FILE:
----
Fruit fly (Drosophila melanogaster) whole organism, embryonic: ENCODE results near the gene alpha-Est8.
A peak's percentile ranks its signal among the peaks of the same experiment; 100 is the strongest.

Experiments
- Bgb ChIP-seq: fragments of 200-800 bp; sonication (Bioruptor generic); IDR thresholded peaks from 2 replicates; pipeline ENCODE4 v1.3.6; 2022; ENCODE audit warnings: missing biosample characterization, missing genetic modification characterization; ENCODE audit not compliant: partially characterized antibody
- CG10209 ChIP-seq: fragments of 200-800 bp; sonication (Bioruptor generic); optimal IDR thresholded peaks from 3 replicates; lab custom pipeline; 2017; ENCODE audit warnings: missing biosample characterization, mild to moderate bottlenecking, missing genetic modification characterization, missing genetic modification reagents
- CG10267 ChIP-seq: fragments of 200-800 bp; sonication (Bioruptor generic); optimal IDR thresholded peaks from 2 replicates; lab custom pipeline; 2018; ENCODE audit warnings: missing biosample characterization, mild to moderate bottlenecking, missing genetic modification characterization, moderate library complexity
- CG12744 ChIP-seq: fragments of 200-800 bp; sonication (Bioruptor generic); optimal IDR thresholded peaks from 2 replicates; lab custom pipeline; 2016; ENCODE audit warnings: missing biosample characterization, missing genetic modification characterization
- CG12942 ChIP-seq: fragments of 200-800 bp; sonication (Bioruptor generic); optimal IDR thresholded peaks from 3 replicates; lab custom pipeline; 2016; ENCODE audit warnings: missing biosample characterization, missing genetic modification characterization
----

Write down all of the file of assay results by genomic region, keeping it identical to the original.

Fruit fly (Drosophila melanogaster) whole organism, embryonic: ENCODE results near the gene alpha-Est8.
A peak's percentile ranks its signal among the peaks of the same experiment; 100 is the strongest.

Experiments
- Bgb ChIP-seq: fragments of 200-800 bp; sonication (Bioruptor generic); IDR thresholded peaks from 2 replicates; pipeline ENCODE4 v1.3.6; 2022; ENCODE audit warnings: missing biosample characterization, missing genetic modification characterization; ENCODE audit not compliant: partially characterized antibody
- CG10209 ChIP-seq: fragments of 200-800 bp; sonication (Bioruptor generic); optimal IDR thresholded peaks from 3 replicates; lab custom pipeline; 2017; ENCODE audit warnings: missing biosample characterization, mild to moderate bottlenecking, missing genetic modification characterization, missing genetic modification reagents
- CG10267 ChIP-seq: fragments of 200-800 bp; sonication (Bioruptor generic); optimal IDR thresholded peaks from 2 replicates; lab custom pipeline; 2018; ENCODE audit warnings: missing biosample characterization, mild to moderate bottlenecking, missing genetic modification characterization, moderate library complexity
- CG12744 ChIP-seq: fragments of 200-800 bp; sonication (Bioruptor generic); optimal IDR thresholded peaks from 2 replicates; lab custom pipeline; 2016; ENCODE audit warnings: missing biosample characterization, missing genetic modification characterization
- CG12942 ChIP-seq: fragments of 200-800 bp; sonication (Bioruptor generic); optimal IDR thresholded peaks from 3 replicates; lab custom pipeline; 2016; ENCODE audit warnings: missing biosample characterization, missing genetic modification characterization